Sunday, July 20, 2008

Republican Veep Stakes

Republican Politics, American Style
Published on July 17th in Metro Eireann By Charles Laffiteau

Having covered the Democratic field in several previous columns, today I want to discuss who John McCain might pick as his Vice President.
Its worth noting that even though John McCain was the Republican candidate I personally favoured and thought would be the best Republican nominee, in a marked contrast with Barack Obama, McCain didn’t win the nomination because he ran a better campaign than his opponents. McCain won in spite of his many presidential campaign mistakes simply because everything beyond his control fell into place. For John McCain this combination of fortuitous events resulted in a “perfect storm” that wrecked all of the other Republican presidential candidates’ ships, in some case before they ever got to sea.
So I will begin my review of the Republican field of possible Vice Presidential candidates by starting with the losers of the Republican Presidential nomination contest. The fourth place finisher and champion of the Libertarian wing of the Republican Party, Ron Paul, might have actually had an outside chance at being the VP were it not for his vocal opposition to continuing the Iraq war, so there is absolutely no chance McCain picks this former opponent who is so diametrically opposed to his own position on Iraq.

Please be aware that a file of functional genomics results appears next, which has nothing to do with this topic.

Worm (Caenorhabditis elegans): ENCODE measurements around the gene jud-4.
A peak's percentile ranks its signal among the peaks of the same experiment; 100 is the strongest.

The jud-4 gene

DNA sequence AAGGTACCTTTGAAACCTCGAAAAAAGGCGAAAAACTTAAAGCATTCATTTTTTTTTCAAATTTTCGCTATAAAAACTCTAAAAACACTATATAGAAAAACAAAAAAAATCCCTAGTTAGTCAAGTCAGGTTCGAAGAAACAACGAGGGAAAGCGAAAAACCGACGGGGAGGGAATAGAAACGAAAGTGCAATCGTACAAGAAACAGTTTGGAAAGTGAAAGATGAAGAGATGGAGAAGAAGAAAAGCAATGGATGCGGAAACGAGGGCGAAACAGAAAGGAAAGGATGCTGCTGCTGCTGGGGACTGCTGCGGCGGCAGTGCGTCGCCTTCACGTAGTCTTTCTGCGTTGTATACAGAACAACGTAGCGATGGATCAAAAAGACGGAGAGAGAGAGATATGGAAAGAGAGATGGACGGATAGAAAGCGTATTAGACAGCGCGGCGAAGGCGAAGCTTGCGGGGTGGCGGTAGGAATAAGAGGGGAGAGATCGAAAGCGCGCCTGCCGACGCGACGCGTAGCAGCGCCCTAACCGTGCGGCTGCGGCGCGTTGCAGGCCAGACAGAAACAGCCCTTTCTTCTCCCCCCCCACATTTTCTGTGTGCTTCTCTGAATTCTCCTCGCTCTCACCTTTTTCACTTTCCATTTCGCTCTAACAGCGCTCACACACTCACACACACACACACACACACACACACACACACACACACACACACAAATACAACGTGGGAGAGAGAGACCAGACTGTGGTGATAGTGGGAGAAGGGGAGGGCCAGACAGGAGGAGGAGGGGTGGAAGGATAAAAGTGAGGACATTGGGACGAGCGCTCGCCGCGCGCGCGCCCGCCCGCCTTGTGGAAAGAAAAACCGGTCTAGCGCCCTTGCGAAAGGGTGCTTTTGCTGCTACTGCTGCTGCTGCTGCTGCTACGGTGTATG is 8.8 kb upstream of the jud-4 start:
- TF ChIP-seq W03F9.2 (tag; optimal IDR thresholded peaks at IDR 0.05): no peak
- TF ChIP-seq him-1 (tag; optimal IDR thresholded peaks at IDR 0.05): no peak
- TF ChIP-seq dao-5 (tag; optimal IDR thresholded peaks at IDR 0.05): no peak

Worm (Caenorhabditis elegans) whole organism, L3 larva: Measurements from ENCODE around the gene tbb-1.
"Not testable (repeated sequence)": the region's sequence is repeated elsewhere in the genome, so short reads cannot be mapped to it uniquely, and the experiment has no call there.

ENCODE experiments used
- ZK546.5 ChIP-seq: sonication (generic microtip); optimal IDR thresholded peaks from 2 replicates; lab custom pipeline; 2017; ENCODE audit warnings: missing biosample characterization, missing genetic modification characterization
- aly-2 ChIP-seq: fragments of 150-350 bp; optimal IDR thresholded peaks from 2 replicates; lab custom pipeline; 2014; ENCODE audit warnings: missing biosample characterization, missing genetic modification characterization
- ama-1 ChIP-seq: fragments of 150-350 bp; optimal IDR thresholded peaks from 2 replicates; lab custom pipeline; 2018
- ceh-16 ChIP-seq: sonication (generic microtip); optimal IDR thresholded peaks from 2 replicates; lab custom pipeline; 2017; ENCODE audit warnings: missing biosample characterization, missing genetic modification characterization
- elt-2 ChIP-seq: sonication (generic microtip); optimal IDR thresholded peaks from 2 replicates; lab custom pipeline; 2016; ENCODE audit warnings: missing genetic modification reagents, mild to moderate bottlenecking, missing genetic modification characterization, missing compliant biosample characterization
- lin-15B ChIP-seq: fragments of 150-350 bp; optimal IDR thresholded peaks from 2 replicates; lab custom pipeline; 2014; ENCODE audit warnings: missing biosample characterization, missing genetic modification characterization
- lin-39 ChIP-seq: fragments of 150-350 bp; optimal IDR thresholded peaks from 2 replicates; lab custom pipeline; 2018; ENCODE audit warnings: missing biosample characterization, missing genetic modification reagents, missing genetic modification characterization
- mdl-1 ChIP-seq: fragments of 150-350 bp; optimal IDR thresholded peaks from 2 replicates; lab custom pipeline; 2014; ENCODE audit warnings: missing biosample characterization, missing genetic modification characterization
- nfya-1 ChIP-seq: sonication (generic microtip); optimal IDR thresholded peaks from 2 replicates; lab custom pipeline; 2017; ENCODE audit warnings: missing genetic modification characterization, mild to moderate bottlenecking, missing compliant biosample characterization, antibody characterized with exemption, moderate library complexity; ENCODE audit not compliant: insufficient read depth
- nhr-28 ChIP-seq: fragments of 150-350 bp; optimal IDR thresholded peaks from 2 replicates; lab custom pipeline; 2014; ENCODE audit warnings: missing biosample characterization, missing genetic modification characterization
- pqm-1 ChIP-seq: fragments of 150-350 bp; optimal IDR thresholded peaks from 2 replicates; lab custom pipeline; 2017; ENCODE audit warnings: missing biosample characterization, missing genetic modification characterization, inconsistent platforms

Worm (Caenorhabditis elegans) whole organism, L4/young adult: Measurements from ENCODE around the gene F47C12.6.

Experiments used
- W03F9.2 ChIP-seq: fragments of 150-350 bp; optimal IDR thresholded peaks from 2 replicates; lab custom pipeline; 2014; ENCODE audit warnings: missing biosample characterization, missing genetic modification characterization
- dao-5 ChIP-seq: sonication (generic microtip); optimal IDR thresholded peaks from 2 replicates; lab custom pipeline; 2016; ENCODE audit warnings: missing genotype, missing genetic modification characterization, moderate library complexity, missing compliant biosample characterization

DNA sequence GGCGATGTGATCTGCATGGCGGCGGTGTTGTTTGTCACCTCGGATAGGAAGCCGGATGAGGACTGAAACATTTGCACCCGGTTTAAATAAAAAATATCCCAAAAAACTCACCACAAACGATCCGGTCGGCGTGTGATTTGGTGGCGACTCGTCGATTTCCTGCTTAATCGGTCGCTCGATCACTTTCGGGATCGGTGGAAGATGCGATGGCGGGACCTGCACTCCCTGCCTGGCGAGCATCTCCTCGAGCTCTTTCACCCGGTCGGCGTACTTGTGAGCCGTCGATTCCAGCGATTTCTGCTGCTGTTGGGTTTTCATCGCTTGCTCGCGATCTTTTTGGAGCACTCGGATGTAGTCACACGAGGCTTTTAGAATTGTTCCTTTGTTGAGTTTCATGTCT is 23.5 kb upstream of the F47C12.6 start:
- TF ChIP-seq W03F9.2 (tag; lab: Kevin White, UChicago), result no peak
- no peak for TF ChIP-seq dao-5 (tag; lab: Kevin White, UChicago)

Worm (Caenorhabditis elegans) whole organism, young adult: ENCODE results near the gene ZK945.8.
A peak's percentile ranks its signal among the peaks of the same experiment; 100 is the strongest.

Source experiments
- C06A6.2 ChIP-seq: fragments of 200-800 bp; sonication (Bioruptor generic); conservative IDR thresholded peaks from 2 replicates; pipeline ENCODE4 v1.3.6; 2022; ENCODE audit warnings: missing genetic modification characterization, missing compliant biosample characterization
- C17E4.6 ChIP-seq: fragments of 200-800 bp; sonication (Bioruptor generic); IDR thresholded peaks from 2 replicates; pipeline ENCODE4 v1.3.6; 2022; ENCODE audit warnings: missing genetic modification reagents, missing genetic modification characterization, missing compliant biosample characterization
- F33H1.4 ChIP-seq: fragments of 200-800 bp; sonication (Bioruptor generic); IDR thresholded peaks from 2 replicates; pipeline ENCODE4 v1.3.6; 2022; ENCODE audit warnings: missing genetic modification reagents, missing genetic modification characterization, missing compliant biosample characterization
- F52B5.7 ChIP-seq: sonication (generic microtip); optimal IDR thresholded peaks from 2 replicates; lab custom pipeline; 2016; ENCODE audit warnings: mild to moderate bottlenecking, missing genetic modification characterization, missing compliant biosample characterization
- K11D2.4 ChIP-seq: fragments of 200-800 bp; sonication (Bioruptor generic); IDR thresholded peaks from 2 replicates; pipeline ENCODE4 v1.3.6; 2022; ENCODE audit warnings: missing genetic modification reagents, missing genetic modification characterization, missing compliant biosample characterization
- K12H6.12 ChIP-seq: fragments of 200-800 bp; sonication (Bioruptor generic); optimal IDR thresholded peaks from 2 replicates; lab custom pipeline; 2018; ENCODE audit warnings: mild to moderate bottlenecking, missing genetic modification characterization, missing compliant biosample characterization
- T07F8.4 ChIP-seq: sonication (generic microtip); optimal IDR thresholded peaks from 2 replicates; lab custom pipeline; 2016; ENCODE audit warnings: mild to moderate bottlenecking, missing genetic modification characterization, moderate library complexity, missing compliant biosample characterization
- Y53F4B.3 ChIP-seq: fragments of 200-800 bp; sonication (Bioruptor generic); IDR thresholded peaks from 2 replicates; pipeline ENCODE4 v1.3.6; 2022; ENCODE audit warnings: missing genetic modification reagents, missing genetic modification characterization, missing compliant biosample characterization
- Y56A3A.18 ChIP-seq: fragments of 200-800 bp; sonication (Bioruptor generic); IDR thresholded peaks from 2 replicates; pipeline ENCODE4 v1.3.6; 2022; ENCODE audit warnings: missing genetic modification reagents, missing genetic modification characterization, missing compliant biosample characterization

Then we have former New York City Mayor Rudy Giuliani, whose Presidential campaign ship ran aground on the Florida shoals at the end of January before Rudy ever had a chance to get his boat out into the open waters of the Super Tuesday primaries. Because Giuliani has a reputation as a crime buster as well as a moderate record on most social issues, he could actually help McCain win some votes among the independents and moderate Republicans who are currently leaning towards the Democratic candidate, Barack Obama. Furthermore, over the last 50 years almost all Presidential elections have been decided in the favour of the candidate who drew a majority of independent votes.
But a choice of Giuliani as VP appears unlikely in this year’s Presidential election because McCain himself is already suspect as a true conservative in the eyes of most Republican Party social conservatives. To pick Giuliani as his running mate would have the effect of “kicking sand in their faces” and would lead many of these Republican Party stalwarts to simply not bother voting in the General Election. Since there are so many social conservatives who don’t trust that McCain is really as conservative as he claims, this makes choosing someone like Giuliani as a running mate virtually impossible.
The elimination of Giuliani as a VP possibility also underscores the fact that the toughest issue for McCain to resolve prior to the General Election will be deciding how to run to the centre on issues in order to attract moderate and independent voters without further alienating the Republican base of social conservatives in the process. .